Many movies and songs use a lot of of bass to make it feel more real to the viewer or listener. Because of this, subwoofers are common in high-quality audio setups, often costing a substantial part of the budget. [Daniel Fajkis] takes the subwoofer to it’s logical extreme by building a rotary subwoofer on a $200 budget.

The principle of a rotary subwoofer is that a normal subwoofer physically moves the air, and so does a fan. If you could make a fan oscillate the air instead of only pushing it, you could turn it into such a subwoofer, which is exactly what [Daniel] did. [Daniel] mounts a large electric motor on the case of an ex-subwoofer to spin the fan. Then, he uses the rotor linkage of a model helicopter and a modified subwoofer speaker to pitch the fan blades, spinning around to create a truly impressive gust of air oscillating at as low as 1 Hz.

The video, after the break, is well made with some good humor, including the legendary quote: “It’s gonna tear apart my household, there’s no way we’re surviving this one.”
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Homebrew Linear Actuators Improved

[Harrison Low] published some 3D-printed linear actuators, which generated a lot of interest. He got a lot of advice from people on the Internet, and he took it to heart. The result: an improved version that you can see in the video below.

The original design used carbon fiber and Kevlar and was quite stiff. The actuators could move very fast, which was important to [Harrison]. However, they were also prone to wear and had issues with the force required to assemble them. He also wanted the design to be more modular to facilitate repair. The new design removes the bowden tubes, and the resulting actuator is both easier to assemble and easier to service.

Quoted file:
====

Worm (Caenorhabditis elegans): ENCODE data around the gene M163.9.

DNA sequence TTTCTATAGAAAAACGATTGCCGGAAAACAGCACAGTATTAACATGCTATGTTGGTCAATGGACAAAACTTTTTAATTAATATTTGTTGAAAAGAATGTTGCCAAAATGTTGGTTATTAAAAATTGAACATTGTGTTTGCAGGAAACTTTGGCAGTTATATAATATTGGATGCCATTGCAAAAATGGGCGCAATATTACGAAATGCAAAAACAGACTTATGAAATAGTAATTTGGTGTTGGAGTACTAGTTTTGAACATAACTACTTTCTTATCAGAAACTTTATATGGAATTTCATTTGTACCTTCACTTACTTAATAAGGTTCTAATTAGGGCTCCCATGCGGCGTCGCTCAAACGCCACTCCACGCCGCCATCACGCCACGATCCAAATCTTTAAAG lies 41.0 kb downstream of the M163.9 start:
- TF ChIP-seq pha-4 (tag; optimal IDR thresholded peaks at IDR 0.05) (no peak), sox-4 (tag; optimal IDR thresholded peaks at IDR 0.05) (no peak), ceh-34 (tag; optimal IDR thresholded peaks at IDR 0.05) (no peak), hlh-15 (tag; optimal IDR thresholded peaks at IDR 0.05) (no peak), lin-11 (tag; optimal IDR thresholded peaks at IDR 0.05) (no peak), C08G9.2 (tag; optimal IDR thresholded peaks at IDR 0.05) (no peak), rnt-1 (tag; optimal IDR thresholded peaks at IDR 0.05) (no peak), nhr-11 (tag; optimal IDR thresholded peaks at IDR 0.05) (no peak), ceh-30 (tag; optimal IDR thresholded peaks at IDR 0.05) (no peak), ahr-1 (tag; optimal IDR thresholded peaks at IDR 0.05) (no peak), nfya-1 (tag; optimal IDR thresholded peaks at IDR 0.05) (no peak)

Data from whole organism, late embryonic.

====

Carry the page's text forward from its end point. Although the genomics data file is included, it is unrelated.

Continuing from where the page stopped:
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An array of 2D barcodes stored on a ceramic medium. Each 2D barcode is 25 micrometers wide.

Cerabyte: One Terabyte Per Square Centimeter

Most of us will at one point have run out of storage and either had to buy a larger driver or delete some of those precious files. This problem can happen to data centers, too, with the ever-increasing amount of data stored on servers across the world. [Cerabyte] aims to fix this, with their ceramic-based media promising 1 TB/cm² of areal density.

To put into perspective just how much better this density is, we can compare it against SSDs and hard drives. At the time of writing, the densest SSD (NAND flash storage) is claimed to be 0.1825 TB/cm² and the densest hard drive is claimed to be 0.1705 TB/cm², which means 5.48 times and 5.87 times more dense respectively. The density improvement doesn’t end there — both an SSD and a single HDD platter might be a couple millimeters tall, while a [Cerabyte] layer claims to be merely 50 atoms tall.